Paul Kovi & Tom Margittai

May 1993

Food Arts presents the May 1993 Silver Spoon Award for sterling performance to Paul Kovi and Tom Margittai, keepers of the flame at The Four Seasons.

The two Hungarian refugees ventured to this country as young men (Kovi via Italy where he was a soccer star), and both began their training at The Waldorf-Astoria. "When I came here in 1950 and sailed up the Hudson, never in a million years did I dream I would be able to do this," says Margittai. Then there was only one thing on his mind: "Survival."

By 1973 they were veteran restaurateurs when they took over the helm of what remains the most visually spectacular—as well as one of the most prestigious—restaurants in the United States. The 34-year-old Four Seasons was a New York City institution long before it became an official landmark, thanks to their business acumen and savvy hospitality.

The soaring interior, originally intended to be a Cadillac showroom, was molded into a luxury restaurant—at a cost of $4.5 million—by architect Phillip Johnson in Mies van der Rohe's Seagram building. Restaurant Associates (RA) opened it in 1959. The visionary restaurateur Joseph Baum, who now heads his own consulting firm which operates the Rainbow complex at Rockefeller Center, was the creative genius behind the original concept.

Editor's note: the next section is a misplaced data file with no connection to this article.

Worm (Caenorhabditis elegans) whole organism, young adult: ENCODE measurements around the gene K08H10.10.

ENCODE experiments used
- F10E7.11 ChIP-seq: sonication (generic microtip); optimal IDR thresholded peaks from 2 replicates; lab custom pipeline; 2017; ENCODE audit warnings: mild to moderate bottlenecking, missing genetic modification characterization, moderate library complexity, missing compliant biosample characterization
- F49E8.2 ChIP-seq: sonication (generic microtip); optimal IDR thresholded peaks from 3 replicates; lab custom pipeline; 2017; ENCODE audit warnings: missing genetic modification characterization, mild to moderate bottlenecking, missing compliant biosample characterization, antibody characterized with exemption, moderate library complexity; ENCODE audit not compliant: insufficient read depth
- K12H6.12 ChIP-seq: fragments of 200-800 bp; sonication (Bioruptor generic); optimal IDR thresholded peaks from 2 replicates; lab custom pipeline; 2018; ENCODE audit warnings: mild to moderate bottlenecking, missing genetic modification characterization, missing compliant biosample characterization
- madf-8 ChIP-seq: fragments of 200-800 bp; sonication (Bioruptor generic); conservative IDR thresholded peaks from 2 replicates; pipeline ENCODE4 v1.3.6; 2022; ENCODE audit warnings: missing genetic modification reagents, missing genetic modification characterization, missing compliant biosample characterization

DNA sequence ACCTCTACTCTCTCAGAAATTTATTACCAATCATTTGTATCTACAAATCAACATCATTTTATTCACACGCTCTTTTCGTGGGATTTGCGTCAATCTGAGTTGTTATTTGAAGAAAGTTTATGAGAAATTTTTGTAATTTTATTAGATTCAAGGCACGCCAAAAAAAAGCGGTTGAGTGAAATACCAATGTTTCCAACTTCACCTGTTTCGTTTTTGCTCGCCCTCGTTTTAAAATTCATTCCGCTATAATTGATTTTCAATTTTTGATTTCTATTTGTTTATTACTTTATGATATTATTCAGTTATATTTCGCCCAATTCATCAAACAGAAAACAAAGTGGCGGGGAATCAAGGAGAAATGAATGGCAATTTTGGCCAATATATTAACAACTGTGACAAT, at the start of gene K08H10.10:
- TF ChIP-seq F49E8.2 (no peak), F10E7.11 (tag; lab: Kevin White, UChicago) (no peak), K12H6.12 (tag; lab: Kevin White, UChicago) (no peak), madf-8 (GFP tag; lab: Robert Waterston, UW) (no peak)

In spite of its magnificence, the restaurant was not doing well, and RA decided to unload it. Waiting in the wings were Kovi, the restaurant's director who had joined RA in 1964, and Margittai, who had joined RA in 1962 and became group vice-president.

Though their deal was sweet, it was still risky to take on such a luxurious restaurant in the recessionary early '70s. "At the time it was fashionable," Margittai recalls, "for people to leave New York and to say first-class restaurants were dead. It was a double vote of confidence on our part."

They set their sights on the power-lunch crowd—the movers and shakers in real estate, publishing, advertising, communications, finance, politics. The reservation book became peopled with names like Kissinger, Simon & Schuster editor-in-chief Michael Korda, literary superagent Mort Janklow, designer Bill Blass. The seating chart for The Grill Room, where the term "power lunch" is believed to have been invented, would tax the skills of a chief of protocol. It didn't hurt that the restaurateurs had the mien and sartorial style of congenial international bankers.

At the same time, Kovi and Margittai were leaders in food and wine, pioneering the new American cuisine and an American wine list. Their California barrel tastings, held between 1975 and 1985, were influential in popularizing California wine on the East Coast. And each year, the barrel-tasting menu was a veritable forecast of American food trends. "We were the first to introduce Spa Cuisine."

According to critic and food historian John Mariani, who is working on a history of The Four Seasons to be published by Crown in 1994: "Without for a moment compromising the original vision that made The Four Seasons the archetypal postwar New York restaurant, Tom and Paul were able both to restore an eminence it had lost in the late '60s and to being it all the way into the '90s as a restaurant that seems as modern today as when it opened in 1959."